Learn, Do Not Copy!
ALL DSDWEB RESOURCES ARE FREE. Please do pay for anything purporting to be from DSDWEB.

  1. Home
  2. >
  4. >
  5. Leadership & Management in Adult Care
  6. >
  7. Interactions between leadership and the values/culture of an...

Interactions between leadership and the values/culture of an organisation


This page is designed to answer the following questions:

NOTE: This page has been quality assured for 2024 as per our Quality Assurance policy.

For this assessment criterion, you will be required to analyse both internal and external factors that impact your leadership and management role and related interactions. Some of the areas that City & Guilds recommend exploring are included below.


Organisational culture and values


David Needle in his book ‘Business in Context: An Introduction to Business and its Environment‘ defines organisational culture as:

Culture includes the organization’s vision, values, norms, systems, symbols, language, assumptions, beliefs, and habits.


Part of the manager and leader’s role is to understand the culture of their organisation so that decisions can be made and implemented in alignment with it. In their publication, ‘Understanding Organisational Culture‘. the Chartered Institute of Managers states:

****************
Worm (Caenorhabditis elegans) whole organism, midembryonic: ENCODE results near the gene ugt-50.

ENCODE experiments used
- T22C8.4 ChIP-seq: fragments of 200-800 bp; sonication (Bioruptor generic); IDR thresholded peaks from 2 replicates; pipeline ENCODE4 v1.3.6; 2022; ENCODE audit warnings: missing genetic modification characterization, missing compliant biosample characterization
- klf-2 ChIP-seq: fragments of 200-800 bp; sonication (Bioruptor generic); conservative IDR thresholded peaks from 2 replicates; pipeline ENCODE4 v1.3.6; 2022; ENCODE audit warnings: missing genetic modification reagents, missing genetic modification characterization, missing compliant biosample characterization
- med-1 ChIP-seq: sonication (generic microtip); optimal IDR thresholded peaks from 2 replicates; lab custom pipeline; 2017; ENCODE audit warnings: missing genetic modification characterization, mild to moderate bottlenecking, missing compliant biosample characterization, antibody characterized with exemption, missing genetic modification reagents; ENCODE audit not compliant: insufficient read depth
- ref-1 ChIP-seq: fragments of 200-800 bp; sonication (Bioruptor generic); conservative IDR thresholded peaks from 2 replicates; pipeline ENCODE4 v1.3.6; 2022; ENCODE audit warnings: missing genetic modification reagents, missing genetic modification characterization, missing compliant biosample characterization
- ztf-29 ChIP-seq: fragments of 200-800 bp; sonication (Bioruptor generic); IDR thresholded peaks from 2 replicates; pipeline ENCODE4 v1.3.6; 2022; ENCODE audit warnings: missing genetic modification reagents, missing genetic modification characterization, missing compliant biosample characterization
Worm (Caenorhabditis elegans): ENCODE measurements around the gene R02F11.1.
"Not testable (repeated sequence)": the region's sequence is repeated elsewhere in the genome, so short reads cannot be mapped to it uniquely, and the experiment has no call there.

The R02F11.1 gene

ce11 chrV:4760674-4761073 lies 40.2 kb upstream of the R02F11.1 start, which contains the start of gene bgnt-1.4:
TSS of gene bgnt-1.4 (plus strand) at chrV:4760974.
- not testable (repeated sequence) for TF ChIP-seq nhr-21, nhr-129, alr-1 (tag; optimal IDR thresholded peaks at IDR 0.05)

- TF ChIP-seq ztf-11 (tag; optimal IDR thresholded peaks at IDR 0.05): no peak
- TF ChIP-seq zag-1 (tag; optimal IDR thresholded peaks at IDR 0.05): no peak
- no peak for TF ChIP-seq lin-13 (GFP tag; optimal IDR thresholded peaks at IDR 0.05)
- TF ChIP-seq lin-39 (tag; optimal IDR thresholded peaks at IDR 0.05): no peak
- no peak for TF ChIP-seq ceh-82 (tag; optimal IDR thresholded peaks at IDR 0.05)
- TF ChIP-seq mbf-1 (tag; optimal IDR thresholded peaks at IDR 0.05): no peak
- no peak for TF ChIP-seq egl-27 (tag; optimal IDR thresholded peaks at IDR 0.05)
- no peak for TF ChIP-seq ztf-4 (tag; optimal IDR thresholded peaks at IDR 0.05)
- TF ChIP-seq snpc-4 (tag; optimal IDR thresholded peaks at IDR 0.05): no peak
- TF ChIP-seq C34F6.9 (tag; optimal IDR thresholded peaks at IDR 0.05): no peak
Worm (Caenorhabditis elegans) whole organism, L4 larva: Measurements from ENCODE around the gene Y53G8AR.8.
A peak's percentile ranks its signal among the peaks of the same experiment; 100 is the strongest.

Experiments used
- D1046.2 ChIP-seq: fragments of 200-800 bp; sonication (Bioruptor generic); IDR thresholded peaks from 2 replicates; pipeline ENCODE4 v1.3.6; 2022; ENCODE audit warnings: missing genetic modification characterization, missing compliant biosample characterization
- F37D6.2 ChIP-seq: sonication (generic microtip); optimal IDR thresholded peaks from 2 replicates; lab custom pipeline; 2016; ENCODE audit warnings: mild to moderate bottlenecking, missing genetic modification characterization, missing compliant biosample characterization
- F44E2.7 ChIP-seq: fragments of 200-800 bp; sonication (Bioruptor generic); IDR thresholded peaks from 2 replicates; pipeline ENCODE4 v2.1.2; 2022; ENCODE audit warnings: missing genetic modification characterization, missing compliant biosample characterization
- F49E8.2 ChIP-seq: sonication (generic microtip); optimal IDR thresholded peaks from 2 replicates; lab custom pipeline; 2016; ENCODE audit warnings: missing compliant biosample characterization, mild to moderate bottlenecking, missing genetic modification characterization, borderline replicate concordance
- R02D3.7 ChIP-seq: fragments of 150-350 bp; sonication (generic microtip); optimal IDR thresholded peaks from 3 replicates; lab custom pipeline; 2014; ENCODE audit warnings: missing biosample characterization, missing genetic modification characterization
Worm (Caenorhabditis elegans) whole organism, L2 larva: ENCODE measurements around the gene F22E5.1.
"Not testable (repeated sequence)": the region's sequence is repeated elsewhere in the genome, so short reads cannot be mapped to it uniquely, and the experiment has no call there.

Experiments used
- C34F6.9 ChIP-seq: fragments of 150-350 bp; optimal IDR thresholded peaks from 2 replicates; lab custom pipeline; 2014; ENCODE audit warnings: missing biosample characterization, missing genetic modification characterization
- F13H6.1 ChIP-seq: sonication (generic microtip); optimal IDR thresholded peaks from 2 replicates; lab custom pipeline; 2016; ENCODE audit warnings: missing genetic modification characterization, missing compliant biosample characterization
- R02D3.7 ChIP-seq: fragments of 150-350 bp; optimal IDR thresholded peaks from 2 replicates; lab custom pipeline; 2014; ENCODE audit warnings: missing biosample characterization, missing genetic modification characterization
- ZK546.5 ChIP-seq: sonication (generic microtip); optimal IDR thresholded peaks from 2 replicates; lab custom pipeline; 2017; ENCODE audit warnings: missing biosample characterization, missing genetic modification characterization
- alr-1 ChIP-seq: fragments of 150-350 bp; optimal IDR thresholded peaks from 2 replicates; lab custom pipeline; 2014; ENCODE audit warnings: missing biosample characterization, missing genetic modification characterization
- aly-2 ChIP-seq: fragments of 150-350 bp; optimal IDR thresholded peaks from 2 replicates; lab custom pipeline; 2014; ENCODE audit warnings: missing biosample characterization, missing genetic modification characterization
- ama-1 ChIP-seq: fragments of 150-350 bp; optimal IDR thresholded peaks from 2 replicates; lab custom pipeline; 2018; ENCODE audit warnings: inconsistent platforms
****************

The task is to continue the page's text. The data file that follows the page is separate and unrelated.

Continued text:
Leaders and managers will be better placed to implement strategy and achieve their goals if they understand the culture of their organisation. Strategies that are inconsistent with organisational culture are likely to meet with resistance and will be more difficult or even impossible to implement, while strategies that are in line with it will be easier to put into effect and more likely to succeed.


Leaders may also have a role to play in creating, shaping and maintaining the culture of their organisation, which can stem from their personal values and beliefs. Managers will reinforce the culture and values of the organisation that they work for by role modelling and effectively communicating expectations to their team.

Personal values of self and others


It is important that the personal values of the people that work within an organisation are closely aligned with the organisation’s values so that they are able to quickly and easily fit in with the organisation’s culture.

This can be achieved during the recruitment process by using a values-based selection process. Team members must be given the opportunity to discuss and even challenge the values of the organisation to help develop an understanding of them.


An interesting case study about aligning individual and organisational values (Sullivan et al, 2001) found that the process of adopting a common set of values led to increased business performance as well as ‘high morale, effective teamwork and a high-performance culture‘.

Personal and organisational values that can contribute towards workplace culture can include:

  • Ambition.
  • Competency.
  • Individuality.
  • Equality
  • Service.
  • Responsibility.
  • Accuracy.
  • Respect.
  • Diversity.
  • Improvement.
  • Enjoyment/fun.
  • Loyalty.
  • Credibility.
  • Honesty.
  • Teamwork.
  • Quality.
  • Challenge.
  • Influence.
  • Learning.
  • Compassion.
  • Friendliness.
  • Discipline/order.
  • Generosity.
  • Persistency.
  • Optimism.
  • Dependability.
  • Flexibility.

Openness and transparency